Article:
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Great Lakes Article:

Don't hang Moosehead's fishing problems on the biologists
Submitted by Dept. of Inland Fisheries and Wildlife
Paul Johnson
Published March 21st, 2005

(March 21): In a recent letter to editors of several Maine newspapers Mt. Desert Island's resident fishery biologist wannabe Dennis L. Smith challenged DIF&W's Fishery Division biologists "to devise a plan to do everything possible within present budget constraints and through the use of length and bag limits including catch and release if necessary to preserve, protect and enhance the wild brook trout of Moosehead Lake."

In issuing such a challenge he was really taking a cheap shot at fishery biologists for not doing anything to save Moosehead's wild brook trout from the illegal introductions of smallmouth bass (1970's) and white perch (1980's).

Let's take a look at what biologists might realistically hope to do about these illegal introductions. The cost of developing either chemical or biological agents that will target and eliminate, or even reduce in abundance, only bass and perch has been and remains beyond the financial resources available to the state. Species-specific agents have been developed to control fish like the lamprey eel in the Great Lakes, at great cost and after many years of research. This is beyond the reach of Maine's fishery biologists, but perhaps Dennis can put his money where his pen(keyboard) is and start a campaign to fund such a research effort.

As for fishing regulations, Dennis is very naive if he thinks that more fishing regulations will save Moosehead's brook trout. Fishing regulations are an effective tool at protecting a species when fishing (that's exploitation by humans) is the major factor limiting the population.

At Moosehead, added competition with and predation on brook trout by smallmouth bass and white perch are the factors that ultimately result in the demise of a viable wild brook trout fishery. That competition and predation occurs at the earliest life stages of the trout, when they are less than six inches long.

Brook trout tolerate very little competition, and in Moosehead, prior to the introductions of smallmouth bass and white perch, yellow perch had already taken their toll on the trout population. Yellow perch, and now white perch and smallmouth bass, occupy the same habitat as the brook trout, especially the young trout, so the opportunity for predation/competition is almost constant.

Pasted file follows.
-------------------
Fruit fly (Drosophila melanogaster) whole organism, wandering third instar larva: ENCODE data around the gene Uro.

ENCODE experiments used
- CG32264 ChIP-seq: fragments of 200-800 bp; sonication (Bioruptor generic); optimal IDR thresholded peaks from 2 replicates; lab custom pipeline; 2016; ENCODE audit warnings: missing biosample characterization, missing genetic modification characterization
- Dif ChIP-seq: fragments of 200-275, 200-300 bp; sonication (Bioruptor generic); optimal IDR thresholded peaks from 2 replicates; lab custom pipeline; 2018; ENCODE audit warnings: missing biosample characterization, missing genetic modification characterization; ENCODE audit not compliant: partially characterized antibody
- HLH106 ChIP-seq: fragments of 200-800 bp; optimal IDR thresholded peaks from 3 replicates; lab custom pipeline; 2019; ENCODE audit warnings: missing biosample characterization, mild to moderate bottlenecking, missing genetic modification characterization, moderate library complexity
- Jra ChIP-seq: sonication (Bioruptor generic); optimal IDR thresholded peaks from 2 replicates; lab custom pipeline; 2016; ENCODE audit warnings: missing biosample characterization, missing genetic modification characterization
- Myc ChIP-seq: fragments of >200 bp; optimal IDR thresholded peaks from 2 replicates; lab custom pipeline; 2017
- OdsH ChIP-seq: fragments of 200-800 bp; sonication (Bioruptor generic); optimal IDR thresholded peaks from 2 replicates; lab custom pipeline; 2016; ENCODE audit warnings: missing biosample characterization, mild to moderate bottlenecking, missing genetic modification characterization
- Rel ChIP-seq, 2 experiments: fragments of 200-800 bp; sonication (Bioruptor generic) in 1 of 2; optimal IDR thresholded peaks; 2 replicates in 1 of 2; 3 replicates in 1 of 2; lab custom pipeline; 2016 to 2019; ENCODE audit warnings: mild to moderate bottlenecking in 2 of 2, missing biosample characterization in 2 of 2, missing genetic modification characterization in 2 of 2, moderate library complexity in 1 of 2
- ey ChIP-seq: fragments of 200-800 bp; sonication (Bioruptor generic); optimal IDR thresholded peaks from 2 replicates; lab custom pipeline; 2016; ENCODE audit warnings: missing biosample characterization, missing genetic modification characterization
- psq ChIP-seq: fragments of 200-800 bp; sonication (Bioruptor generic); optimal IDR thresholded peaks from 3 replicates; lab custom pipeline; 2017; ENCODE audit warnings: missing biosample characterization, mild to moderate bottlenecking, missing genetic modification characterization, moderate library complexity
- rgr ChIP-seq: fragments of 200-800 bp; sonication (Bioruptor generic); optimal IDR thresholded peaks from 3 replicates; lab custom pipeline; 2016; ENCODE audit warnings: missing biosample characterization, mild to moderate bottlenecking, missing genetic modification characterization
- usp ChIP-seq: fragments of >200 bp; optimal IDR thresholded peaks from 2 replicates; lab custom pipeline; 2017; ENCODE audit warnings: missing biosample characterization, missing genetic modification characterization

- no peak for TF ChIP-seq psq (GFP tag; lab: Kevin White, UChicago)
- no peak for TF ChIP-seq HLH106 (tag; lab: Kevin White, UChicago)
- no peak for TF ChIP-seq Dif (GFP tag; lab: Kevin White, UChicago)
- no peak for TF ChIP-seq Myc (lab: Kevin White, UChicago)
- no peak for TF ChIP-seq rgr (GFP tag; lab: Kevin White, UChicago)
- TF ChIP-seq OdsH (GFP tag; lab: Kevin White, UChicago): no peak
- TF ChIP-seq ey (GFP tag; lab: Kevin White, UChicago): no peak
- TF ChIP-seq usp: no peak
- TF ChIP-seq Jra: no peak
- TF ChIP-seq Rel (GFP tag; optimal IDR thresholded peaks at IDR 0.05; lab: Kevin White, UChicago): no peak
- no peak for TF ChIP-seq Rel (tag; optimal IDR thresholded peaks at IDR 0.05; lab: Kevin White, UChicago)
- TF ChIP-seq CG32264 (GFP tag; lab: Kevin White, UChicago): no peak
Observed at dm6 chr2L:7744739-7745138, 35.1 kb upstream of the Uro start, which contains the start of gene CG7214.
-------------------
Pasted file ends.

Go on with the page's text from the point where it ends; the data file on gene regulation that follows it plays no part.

Consider the reproductive potential of the predators/competitors - 7,000 eggs per one pound female smallmouth, and 30,000 to 100,000 eggs per average size yellow or white perch.

Compare that to the brook trout - about 500 eggs per one pound female. At production rates 10 to 200 times higher than brook trout it should not surprise anyone as to which species will ultimately dominate the habitat once the stronghold of wild brook trout.

Thirty years ago biologists took the responsible action by warning about the threat that smallmouth bass would pose to brook trout when Wayne Hockmeyer advocated introducing them to Moosehead. Their warning fell on deaf ears, and Wayne and/or his associates took matters into their own hands. In the 1980's biologists were not afforded the courtesy of an advance warning before Bernard DeAugustine and his associates hauled white perch to Moosehead from Caribou Lake. We are now living with their legacy; the trout will not. There are no size or bag limits regulating the take of yellow perch, white perch, or smallmouth bass from Moosehead Lake. So have at 'em Dennis, if it will make you feel good. Unfortunately, that will not solve the problem. There is no large Maine lake that supports populations of yellow perch, white perch, and smallmouth bass AND a viable fishery for wild brook trout. That's a fact.

So, Dennis, I'm sorry, and to put it in the words of another American, "I feel your pain." You are correct about one thing however; once gone the wild brook trout will be gone forever. But trying to hang that around the neck of dedicated fishery biologists won't solve the problem either.

Paul Johnson, Regional Biolgist, Moosehead Region

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